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Gathering thoughts

Huw Thomas looks at ways to teach paragraphs

This week, I shall sit Year 6 down with last week's writing assessments and ask: "Where are the paragraphs?" As ever with this aspect of writing, we teach, they learn ... and then forget. Here are my suggestions for securing the practice of paragraphing.

To begin with we need to be able to define paragraphs to our children. I start by looking at a sentence - a unit that says something, then (fully) stops. When a group of sentences all have something in common they can be gathered into paragraphs. This is the crux of paragraphing - it organises writing to make it easier to read and comprehend. When it comes to indenting the first line of a paragraph, one little tip is to leave a space big enough for the word "space" to fit in.

Paragraphs spring from planning. If you plan a report about a subject and have five or six sub-headings, those are your paragraphs. If your persuasive text makes three points to forward your thesis, each of those is a paragraph.

If it's a story, it's a bit more complicated, but once again the planning is the guide. I advise my pupils to start a new paragraph when something new happens, such as a person being introduced or a place being reached.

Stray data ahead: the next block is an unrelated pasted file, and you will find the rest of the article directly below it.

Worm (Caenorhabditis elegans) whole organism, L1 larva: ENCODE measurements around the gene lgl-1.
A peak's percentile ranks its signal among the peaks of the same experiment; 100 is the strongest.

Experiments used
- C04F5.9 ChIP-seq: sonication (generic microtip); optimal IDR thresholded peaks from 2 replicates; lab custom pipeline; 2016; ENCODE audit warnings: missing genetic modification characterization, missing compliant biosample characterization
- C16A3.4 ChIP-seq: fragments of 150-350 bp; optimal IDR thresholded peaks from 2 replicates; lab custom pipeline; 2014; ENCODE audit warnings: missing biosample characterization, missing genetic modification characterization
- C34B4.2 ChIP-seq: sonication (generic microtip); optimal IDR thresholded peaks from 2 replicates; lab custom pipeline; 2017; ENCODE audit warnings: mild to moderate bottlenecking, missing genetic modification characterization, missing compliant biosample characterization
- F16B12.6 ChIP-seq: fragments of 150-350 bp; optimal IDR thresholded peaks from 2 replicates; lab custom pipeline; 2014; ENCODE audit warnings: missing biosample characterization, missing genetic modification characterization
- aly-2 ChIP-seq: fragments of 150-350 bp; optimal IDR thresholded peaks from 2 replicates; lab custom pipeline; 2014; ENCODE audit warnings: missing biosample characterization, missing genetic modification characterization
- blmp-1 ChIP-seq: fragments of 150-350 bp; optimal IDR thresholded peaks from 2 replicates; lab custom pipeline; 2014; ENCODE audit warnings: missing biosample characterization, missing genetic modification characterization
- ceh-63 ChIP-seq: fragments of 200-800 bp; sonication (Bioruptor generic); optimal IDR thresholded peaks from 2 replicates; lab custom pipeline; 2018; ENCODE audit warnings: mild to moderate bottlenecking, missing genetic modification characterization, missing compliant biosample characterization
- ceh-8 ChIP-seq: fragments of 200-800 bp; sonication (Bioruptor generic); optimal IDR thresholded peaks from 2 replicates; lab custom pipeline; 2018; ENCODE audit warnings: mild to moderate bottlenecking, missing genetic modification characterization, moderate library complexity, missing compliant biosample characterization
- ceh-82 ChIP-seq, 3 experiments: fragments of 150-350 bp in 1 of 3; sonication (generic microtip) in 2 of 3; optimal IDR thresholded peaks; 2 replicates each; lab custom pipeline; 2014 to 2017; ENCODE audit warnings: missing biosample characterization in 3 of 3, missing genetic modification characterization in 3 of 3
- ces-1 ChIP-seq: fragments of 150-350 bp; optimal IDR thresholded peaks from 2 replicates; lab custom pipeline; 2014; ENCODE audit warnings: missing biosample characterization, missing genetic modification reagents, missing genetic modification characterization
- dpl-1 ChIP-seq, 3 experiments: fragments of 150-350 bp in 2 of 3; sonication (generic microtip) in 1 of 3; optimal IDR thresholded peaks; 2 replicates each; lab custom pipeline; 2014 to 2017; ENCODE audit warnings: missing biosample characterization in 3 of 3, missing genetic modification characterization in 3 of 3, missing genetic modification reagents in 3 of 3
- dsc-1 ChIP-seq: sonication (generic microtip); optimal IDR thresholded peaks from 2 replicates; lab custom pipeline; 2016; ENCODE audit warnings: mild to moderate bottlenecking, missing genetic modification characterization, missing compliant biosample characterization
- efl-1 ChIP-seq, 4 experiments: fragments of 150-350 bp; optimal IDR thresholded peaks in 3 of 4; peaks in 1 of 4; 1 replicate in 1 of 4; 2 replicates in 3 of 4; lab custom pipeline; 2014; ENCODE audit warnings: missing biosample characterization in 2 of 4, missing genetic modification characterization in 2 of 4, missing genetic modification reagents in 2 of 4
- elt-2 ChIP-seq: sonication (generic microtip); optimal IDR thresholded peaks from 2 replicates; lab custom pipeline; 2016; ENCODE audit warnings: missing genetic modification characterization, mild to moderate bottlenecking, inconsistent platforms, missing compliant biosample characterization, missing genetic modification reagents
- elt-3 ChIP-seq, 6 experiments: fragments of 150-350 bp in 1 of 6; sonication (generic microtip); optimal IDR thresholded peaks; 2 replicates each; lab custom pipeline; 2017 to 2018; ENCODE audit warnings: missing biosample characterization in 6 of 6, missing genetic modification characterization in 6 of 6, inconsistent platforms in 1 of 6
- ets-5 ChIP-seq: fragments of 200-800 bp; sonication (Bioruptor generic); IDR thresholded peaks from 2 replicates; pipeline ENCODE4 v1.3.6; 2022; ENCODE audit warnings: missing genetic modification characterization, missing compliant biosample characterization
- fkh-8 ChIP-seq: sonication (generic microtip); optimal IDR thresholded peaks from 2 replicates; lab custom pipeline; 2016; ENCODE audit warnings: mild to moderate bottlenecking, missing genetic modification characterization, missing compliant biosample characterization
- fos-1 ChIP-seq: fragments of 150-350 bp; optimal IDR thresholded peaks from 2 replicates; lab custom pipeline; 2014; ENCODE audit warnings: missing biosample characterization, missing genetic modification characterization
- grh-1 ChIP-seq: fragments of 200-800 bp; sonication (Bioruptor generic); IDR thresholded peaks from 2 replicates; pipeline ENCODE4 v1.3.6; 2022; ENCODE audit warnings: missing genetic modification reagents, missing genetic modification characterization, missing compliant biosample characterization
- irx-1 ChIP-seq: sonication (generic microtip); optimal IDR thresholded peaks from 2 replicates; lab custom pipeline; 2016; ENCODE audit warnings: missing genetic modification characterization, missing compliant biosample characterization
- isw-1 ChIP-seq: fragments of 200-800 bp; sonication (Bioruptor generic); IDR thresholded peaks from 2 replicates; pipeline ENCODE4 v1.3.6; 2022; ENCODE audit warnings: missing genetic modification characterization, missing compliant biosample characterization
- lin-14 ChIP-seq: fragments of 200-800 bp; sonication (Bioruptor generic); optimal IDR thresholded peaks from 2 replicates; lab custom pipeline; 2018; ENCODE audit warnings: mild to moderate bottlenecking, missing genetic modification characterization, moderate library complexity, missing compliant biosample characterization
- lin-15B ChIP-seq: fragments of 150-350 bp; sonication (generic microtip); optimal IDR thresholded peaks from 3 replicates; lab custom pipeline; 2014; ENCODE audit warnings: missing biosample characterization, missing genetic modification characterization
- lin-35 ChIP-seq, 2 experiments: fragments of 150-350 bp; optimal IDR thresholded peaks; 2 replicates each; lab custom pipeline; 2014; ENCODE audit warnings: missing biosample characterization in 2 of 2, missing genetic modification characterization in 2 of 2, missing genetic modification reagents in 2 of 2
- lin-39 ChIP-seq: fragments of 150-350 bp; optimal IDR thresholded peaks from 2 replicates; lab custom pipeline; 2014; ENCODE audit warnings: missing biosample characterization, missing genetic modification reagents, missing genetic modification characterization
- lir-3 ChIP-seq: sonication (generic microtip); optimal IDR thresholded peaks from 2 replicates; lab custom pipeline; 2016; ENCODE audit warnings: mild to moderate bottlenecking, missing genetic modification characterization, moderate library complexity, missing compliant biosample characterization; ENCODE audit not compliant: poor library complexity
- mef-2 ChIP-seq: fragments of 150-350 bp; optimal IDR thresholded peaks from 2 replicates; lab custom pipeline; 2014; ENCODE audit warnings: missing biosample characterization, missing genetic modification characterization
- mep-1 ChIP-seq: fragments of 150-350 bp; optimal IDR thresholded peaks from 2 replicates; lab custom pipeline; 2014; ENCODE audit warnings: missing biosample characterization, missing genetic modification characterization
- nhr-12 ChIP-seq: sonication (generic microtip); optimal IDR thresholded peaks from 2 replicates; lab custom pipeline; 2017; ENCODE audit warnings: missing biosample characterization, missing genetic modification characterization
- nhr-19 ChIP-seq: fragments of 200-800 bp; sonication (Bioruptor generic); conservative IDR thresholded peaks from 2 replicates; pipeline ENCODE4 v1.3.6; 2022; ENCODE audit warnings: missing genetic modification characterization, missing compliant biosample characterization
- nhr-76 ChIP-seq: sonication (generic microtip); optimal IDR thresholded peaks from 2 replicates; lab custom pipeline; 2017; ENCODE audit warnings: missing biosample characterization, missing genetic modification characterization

Open the paragraph with a sentence that settles the reader into a new chunk. Imagine the story is on the telly and ask: "Where would we put the advert breaks?"

Numbers feel like a bog-standard way of approaching creative writing, but a side of A4, in a Year 6's plain writing, is usually 250 to 300 words - a variance allowing for the bubbly letters and spider scrawls. You're looking at three to five paragraphs in a page like that, with paragraphs of between five and eight sentences. I'm not wanting to reduce writing to maths, but this gives a guide, and one that children look for when encountering this way of organising a text.

To teach the idea of paragraphing you can both create and edit texts. Work with some un-paragraphed texts and decide where to make the breaks. It will be interesting to see if different groups make the breaks in similar places. The ideal texts here are ones children have produced in an earlier burst of writing. Can they revisit them and put green lines where they would have broken a paragraph?

Try looking at printed texts and seeing if they can find alternative ways of paragraphing them. Would they have put the breaks in different places? You could start your class on this piece, but be warned: there is at least one place where I think I've misplaced a paragraph break and one where I could have made one, but didn't.

Huw Thomas is a headteacher in Sheffield. He would like to hear your ideas on teaching paragraphing and to know what you think of his.


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